Tuesday, October 21, 2008

Illegals responsible for Identity theft? a Myth or a lie?

Medical identity theft is a striking example of the kind of fraud we are going to talk . One new weapon in our arsenal is our Strike Force operations, which seek not only to protect American taxpayers from Medicare fraud, but protect the private and personal information of all patients. For instance, In recent raids many Undocumented Immigrants were offered a choice between pleading guilty to a lesser charge, resulting in five months in prison, followed by deportation without appearing before an immigration judge, or the possibility of a two-year mandatory sentence under the 2004 law. I had exposed many cases of Identity theft and Medical Fraud that I can't believe there are narrow minded people blaming and making undocumented Immigrants responsible for the actions of a few American Citizens. Unbelievable!!!!!!......

Under pressure from the toughest crackdown on Undocumented immigration in two decades, employers across the country are fighting back in state legislatures, the federal courts and city halls. Business groups have resisted measures that would revoke the licenses of employers of Undocumented immigrants. They are proposing alternatives that would revise federal rules for verifying the identity documents of new hires and would expand programs to bring legal immigrant laborers.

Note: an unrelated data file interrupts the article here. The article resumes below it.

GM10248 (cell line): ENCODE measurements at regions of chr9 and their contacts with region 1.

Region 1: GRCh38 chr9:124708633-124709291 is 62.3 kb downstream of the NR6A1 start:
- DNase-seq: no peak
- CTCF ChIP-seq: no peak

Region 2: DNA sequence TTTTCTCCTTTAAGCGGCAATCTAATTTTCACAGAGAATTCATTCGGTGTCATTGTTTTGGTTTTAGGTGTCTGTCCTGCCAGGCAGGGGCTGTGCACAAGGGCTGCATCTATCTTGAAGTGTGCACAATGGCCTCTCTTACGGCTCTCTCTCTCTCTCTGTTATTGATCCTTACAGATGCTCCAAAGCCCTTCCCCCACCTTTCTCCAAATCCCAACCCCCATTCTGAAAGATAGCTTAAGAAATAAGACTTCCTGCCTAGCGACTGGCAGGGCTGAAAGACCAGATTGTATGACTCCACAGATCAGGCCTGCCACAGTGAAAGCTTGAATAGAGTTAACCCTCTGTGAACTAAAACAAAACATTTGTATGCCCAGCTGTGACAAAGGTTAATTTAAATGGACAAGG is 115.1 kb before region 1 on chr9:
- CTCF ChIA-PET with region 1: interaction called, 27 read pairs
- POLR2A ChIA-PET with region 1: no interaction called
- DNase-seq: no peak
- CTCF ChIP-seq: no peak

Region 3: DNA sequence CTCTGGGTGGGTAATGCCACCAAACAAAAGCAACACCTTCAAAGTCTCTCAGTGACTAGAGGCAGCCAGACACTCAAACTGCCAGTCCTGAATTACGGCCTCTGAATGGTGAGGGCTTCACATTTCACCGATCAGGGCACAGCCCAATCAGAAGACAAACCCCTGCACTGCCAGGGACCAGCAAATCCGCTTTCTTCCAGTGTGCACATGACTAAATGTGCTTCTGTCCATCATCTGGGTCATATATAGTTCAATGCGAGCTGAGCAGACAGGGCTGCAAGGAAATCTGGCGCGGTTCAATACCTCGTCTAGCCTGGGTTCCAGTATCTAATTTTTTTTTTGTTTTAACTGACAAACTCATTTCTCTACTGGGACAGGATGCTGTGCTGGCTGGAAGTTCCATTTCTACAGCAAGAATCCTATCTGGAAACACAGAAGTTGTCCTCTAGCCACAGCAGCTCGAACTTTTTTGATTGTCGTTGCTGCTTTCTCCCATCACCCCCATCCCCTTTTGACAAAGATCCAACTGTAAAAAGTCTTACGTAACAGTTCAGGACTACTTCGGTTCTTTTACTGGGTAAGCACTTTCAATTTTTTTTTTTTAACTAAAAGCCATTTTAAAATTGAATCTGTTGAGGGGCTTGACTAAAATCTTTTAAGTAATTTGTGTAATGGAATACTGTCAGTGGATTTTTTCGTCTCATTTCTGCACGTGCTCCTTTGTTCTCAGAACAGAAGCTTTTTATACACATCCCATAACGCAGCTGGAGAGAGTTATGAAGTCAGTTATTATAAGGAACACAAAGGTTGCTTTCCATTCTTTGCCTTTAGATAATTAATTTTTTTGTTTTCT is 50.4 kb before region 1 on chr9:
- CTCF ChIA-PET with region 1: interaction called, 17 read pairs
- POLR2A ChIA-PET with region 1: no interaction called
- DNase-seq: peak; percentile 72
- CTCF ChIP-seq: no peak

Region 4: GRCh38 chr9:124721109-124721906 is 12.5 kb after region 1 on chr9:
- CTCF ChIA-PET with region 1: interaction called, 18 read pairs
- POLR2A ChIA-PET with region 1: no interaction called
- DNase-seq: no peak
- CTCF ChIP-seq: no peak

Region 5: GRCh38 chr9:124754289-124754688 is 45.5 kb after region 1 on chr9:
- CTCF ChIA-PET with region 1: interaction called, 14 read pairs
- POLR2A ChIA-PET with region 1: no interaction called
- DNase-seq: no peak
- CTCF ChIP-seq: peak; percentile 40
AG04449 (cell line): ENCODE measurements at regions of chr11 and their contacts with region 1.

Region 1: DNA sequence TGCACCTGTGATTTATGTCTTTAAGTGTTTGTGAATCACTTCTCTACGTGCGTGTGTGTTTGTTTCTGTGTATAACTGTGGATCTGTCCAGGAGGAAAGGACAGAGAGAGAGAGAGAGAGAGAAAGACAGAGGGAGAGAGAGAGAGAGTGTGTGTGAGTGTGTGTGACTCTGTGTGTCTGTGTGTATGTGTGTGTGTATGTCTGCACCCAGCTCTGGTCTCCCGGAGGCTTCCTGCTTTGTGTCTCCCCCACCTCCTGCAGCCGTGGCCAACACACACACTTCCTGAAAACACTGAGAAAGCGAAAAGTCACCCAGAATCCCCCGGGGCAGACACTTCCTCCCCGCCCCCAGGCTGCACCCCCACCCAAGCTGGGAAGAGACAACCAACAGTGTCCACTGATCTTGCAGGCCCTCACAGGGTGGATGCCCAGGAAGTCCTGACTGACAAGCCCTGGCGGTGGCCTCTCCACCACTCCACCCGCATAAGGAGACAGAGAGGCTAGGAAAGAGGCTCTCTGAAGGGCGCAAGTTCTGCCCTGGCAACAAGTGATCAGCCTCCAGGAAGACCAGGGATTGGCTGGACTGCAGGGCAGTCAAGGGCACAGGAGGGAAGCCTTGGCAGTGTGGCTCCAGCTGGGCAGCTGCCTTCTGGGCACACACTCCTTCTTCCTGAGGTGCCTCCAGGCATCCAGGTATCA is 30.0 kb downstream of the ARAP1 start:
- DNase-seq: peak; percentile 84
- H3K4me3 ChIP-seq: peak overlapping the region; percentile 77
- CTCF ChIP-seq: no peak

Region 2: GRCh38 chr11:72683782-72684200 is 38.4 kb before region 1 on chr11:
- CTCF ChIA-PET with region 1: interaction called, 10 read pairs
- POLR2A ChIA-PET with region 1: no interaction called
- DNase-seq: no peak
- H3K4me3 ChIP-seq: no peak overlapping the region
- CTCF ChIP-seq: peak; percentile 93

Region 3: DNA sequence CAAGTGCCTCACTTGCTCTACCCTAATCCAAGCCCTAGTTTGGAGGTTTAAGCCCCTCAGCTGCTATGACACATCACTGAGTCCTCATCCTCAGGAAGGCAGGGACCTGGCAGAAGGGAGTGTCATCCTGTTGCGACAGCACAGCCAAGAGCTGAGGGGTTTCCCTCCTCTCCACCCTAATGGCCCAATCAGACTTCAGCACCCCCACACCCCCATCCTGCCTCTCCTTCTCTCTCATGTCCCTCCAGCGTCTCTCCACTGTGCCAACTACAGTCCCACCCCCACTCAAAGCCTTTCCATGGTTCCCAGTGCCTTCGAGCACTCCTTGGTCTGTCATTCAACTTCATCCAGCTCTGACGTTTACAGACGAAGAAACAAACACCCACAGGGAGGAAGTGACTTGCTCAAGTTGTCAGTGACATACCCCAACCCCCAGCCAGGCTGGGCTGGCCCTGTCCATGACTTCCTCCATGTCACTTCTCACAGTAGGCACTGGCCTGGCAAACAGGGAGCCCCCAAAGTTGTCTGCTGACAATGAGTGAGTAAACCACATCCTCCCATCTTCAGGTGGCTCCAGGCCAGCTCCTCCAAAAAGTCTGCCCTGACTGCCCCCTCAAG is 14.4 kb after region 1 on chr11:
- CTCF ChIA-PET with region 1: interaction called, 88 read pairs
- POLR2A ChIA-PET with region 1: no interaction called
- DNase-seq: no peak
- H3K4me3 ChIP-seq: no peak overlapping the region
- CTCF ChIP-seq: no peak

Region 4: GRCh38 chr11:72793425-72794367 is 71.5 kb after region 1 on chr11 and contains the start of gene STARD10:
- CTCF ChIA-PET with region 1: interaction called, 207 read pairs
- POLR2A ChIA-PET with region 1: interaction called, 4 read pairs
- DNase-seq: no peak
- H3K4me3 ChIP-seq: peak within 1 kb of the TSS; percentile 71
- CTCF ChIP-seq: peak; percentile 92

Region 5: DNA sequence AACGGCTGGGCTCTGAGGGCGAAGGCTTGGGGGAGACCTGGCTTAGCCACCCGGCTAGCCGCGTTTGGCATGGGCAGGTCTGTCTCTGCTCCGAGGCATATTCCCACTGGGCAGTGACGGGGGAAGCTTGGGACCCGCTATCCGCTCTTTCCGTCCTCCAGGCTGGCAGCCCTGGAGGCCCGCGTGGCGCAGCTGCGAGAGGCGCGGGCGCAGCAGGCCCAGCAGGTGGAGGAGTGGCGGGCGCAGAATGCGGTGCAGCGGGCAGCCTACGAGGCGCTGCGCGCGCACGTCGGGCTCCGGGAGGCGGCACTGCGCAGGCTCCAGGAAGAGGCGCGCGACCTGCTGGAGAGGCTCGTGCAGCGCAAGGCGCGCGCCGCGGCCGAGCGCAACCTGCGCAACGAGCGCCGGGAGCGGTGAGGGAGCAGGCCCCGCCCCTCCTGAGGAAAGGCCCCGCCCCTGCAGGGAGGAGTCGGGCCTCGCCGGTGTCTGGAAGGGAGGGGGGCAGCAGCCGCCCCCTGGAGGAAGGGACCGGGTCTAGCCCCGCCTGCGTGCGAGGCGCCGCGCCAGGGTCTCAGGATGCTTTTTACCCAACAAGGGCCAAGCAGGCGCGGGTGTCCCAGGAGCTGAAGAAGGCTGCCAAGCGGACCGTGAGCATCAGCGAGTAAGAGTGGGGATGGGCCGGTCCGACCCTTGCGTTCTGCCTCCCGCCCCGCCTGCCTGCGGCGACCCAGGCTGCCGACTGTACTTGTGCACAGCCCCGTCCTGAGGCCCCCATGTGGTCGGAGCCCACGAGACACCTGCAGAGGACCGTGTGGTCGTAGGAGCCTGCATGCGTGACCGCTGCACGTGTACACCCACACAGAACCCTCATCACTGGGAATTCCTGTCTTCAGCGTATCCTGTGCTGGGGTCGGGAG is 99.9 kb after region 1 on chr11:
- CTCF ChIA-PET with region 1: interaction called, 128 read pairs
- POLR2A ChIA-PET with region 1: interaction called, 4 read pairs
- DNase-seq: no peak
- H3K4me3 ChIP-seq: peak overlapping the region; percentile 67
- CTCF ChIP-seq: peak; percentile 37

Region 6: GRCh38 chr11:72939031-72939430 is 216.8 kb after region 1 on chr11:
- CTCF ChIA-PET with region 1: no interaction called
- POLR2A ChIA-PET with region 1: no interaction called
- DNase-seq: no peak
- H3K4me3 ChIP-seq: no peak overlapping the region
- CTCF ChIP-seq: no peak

Federal prosecutors pursuing Undocumented immigrants have a favorite tool: a 2004 law that imposes a mandatory two-year prison sentence on some people who commit identity fraud. The Supreme Court agreed to decide just how blunt that instrument is.

The question in the case, one that has divided the federal appeals courts, is whether workers who use false Social Security and alien registration numbers must know that they belong to a real person to be subject to a two-year sentence extension for “aggravated identity theft.” Put another way: Is it identity theft to pick nine random numbers out of the air and submit them as a Social Security number if that number turns out to belong to a real person?

The 2004 law makes it a crime to use knowingly, “without lawful authority, a means of identification of another person” in connection with a variety of other offenses.

The Supreme Court summed up the problem this way: “It is not at all clear how far down the sentence the word ‘knowingly’ is intended to travel.”

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